‘Humble’ young man on mental health journey helped out by kindness of Eastbourne strangers

Lewis outside the The View Hotel
Lewis outside the The View Hotel

A ‘humble’ young man in the final stages of a 5,000 mile mental health charity bike ride was helped out by the kindness of strangers in Eastbourne.

Lewis Stephens, 23, from Kent, stopped off at local resident Natalie Cooke’s house in Old Town on Sunday night (October 6) and then at The View Hotel on Monday (October 7).

Lewis 'The Tourist Dog' Stephens started the journey on June 2 and finished today (October 10) for World Mental Health Day

Lewis 'The Tourist Dog' Stephens started the journey on June 2 and finished today (October 10) for World Mental Health Day

Known as ‘The Tourist Dog’, he started the coastal bike ride around the UK on June 2, relying on social media appeals and kind acts from strangers to help him with resources like food, accommodation and even battery packs.

He will finish today (October 10) at Selsey for World Mental Health Day.

Lewis has raised £3,000 and a huge amount of awareness so far for CALM, the Campaign Against Living Miserably charity, which says it is the leading movement against suicide – the single biggest killer of men under the age of 45 in the UK.

Lewis said, “I’ve had close friends whose family members have had their own struggles due to problems that arise through no fault of their own and at times I’ve experienced the same emotions.

Lewis was raising funds and awarenss for mental health charity CALM

Lewis was raising funds and awarenss for mental health charity CALM

“I would like to say if you are going through mental health problems don’t blame yourself. You can make that change by trying something different, trying a new skill. I really promote an alternative way of living.

“I got to Eastbourne on Sunday and was looking for a place to stay. A lady called Natalie contacted me via social media and she said ‘if you are desperate, stay with me’.

“So I grabbed some milk from the shop and we had a cuppa’ tea, I had dinner with her, we watched Strictly and she put me up for the night. I’ve made a friend there.”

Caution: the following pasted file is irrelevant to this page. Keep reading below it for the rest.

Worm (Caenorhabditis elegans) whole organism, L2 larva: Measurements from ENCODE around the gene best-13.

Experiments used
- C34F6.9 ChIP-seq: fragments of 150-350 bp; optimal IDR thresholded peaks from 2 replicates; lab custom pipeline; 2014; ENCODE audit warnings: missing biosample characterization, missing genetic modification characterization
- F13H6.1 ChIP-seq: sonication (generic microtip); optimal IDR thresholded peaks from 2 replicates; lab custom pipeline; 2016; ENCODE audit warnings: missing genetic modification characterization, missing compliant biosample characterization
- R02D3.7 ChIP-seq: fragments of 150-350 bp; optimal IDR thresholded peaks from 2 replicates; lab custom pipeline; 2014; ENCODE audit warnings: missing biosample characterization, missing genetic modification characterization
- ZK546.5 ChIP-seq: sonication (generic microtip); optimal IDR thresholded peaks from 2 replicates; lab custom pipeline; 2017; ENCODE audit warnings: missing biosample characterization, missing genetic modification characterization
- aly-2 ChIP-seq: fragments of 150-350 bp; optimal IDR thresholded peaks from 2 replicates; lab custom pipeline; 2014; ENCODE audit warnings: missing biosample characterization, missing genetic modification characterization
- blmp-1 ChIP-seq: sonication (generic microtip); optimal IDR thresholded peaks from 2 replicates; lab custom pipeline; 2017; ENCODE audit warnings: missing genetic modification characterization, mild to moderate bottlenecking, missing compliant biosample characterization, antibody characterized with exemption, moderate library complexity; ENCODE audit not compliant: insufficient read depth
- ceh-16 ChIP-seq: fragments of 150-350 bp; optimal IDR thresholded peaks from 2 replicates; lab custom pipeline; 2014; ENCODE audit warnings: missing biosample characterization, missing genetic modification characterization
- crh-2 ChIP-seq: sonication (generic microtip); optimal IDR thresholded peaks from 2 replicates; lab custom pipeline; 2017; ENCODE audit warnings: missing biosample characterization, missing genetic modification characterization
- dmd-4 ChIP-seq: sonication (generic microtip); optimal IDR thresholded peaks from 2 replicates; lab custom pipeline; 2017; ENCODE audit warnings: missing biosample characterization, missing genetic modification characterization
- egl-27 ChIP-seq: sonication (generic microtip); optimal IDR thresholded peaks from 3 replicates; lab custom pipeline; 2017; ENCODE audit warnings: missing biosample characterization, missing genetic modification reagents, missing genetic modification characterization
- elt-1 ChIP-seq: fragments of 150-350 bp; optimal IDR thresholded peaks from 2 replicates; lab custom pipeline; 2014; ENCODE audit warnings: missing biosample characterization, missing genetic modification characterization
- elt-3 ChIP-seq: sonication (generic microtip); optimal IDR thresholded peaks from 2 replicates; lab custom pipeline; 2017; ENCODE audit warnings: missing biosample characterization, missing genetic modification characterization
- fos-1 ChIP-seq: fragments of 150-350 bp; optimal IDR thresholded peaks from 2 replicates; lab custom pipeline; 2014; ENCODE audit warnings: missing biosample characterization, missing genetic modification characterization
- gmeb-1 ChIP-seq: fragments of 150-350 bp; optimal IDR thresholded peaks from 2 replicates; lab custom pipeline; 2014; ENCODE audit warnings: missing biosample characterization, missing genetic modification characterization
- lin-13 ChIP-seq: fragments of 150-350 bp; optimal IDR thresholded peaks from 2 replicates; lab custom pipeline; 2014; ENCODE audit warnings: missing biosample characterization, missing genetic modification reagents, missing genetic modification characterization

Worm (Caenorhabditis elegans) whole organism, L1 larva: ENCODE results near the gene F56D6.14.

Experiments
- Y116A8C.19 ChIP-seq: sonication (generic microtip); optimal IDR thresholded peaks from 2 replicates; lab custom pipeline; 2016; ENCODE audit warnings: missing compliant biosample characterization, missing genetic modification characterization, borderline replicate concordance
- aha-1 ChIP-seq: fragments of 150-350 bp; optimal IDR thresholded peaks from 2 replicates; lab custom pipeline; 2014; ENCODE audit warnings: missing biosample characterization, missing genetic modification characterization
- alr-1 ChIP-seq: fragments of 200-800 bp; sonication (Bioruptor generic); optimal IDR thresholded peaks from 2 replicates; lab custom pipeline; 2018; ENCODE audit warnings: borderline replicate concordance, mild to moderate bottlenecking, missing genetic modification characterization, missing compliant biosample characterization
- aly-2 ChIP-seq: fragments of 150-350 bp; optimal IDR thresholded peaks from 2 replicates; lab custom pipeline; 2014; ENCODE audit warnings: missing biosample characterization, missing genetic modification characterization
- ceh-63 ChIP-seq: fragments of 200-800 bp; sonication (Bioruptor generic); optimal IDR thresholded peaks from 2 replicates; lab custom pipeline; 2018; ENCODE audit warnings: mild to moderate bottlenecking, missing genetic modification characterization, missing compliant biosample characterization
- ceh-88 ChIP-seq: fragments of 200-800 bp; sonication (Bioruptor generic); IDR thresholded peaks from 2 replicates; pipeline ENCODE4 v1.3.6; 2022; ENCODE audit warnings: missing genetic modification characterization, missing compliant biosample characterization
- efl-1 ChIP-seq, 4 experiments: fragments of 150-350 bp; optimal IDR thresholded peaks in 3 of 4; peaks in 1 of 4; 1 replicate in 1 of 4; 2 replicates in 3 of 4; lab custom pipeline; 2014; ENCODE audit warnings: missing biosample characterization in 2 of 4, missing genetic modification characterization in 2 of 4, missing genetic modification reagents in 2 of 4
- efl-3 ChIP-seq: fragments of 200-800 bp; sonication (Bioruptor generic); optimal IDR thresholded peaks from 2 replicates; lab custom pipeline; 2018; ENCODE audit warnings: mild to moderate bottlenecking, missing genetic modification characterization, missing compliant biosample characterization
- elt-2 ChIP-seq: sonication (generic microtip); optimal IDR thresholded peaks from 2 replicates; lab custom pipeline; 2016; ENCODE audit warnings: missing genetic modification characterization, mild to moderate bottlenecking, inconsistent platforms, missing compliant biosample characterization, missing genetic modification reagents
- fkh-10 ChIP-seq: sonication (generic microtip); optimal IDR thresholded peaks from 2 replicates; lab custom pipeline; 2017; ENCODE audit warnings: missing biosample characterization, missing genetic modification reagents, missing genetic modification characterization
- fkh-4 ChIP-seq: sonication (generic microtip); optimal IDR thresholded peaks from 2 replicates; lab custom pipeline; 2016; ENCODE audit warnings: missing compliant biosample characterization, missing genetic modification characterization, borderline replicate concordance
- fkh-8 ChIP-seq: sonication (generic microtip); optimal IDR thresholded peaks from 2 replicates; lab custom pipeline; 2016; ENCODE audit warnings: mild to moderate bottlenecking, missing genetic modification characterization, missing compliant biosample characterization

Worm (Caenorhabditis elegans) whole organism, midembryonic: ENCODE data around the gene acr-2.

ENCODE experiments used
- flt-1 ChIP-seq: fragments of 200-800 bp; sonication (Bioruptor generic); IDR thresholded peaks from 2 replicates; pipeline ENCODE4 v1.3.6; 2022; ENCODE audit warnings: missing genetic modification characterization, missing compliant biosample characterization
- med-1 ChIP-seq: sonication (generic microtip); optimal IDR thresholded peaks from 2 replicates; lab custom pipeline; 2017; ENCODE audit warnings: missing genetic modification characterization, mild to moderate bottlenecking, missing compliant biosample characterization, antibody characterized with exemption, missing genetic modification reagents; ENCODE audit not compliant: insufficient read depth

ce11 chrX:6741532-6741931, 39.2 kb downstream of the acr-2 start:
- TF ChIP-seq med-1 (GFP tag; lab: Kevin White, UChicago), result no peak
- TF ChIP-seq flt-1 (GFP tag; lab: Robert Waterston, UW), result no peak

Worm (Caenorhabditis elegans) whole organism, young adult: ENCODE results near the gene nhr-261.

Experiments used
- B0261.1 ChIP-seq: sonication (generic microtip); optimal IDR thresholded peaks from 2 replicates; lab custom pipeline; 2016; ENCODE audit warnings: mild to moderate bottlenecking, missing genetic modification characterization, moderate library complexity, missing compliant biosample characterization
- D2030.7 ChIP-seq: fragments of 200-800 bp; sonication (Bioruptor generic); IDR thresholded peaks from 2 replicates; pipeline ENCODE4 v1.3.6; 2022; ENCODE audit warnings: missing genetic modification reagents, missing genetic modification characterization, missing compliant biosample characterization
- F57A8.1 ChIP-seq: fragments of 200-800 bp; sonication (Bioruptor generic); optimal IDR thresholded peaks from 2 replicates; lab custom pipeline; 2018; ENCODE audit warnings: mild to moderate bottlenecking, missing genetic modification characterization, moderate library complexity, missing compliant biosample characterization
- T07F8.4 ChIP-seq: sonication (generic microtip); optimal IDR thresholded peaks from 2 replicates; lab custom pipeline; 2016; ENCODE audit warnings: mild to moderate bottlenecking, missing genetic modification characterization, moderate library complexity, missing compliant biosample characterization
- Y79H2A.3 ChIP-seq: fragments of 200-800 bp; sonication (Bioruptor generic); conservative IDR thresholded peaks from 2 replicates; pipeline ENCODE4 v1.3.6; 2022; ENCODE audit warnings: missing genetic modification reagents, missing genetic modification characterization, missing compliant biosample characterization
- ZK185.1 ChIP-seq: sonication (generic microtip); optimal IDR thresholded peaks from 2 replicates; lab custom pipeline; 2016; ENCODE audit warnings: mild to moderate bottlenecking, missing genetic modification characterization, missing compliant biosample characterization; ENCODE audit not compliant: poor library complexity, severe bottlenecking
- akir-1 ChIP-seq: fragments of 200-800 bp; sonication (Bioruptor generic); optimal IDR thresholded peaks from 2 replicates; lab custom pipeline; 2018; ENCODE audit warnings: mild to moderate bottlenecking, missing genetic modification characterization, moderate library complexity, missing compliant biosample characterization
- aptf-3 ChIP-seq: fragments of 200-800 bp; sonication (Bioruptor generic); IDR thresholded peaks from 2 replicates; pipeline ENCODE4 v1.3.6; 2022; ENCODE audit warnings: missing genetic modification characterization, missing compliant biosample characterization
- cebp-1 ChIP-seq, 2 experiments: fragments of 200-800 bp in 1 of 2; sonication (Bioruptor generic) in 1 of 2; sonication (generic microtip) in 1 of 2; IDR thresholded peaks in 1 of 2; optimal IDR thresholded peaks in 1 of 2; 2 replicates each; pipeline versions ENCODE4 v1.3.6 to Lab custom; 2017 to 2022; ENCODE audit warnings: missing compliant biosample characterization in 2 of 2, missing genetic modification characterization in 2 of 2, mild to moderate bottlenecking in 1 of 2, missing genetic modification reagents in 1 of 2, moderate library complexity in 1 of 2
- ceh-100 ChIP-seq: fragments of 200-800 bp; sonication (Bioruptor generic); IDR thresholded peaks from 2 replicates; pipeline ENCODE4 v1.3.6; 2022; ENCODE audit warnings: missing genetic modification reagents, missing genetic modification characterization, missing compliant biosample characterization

Natalie, 46, said, “Lewis is a really nice guy. I think he is doing an amazing thing. He is from that generation where they get bad press but he’s a great example of how there’s lots of young people out there doing good things.

“We were chatting and got on really well. He was telling me what he was doing and why. I think it’s a really good way of getting the message out there. Going around asking strangers for help is a great way to get other people involved and engaged.”

Lewis was then offered breakfast and accommodation for the next night at The View Hotel after a member of the hotel staff had spotted his appeal on social media.

Tina Reed, sales and marketing manager at the hotel, said, “We told him to come down for breakfast the next day and then it was suggested he could stay the Monday night. He has done very well and is very humble with what he has done.

“The hotel has done quite a lot for charity this year. We are partnered with two charities in Eastbourne, the Eastbourne Food Bank and the Beachy Head Chaplaincy Team. It is important to give back.”

In a post on The Tourist Dog’s Facebook page, Lewis said, “Big thank you to The View Hotel in Eastbourne which had a spare room and thought why not let me and Claud [his bike] stay for the night as the rain and wind ran wild outside.”

The idea sprang from Lewis’ travels across Europe, when he was in France a man handed him a book called ‘One Man and His Bike’ and Lewis said to himself ‘that is what I’m going to do’.

Lewis spoke about how he got through the challenges on his ride and highlighted the issues young people like himself face.

He said, “It’s opened my eyes to how many people are behind me.

“I didn’t think about the finish, I took it day by day, step by step. It’s taught me various disciplines – being in the moment and being present.

“I’ve worked about 20 jobs in my life doing bits-and-bobs. I left school, went to college and couldn’t really find what I was looking for.

“There are social media pressures for young people. I was asking myself ‘what am I going to do for work?’. These things have been giving me a lot of confusion.

“It’s mad to think how this journey has developed from a small idea into something that has changed and touched the lives of everyone involved in some way.

“All of this has come from an idea, a 60-year-old bike and a positive demonstration of how we can use social media to inspire a different world.”

For more information, visit www.facebook.com/TheTouristDog, donate here at www.justgiving.com/fundraising/thetouristdog or visit www.thecalmzone.net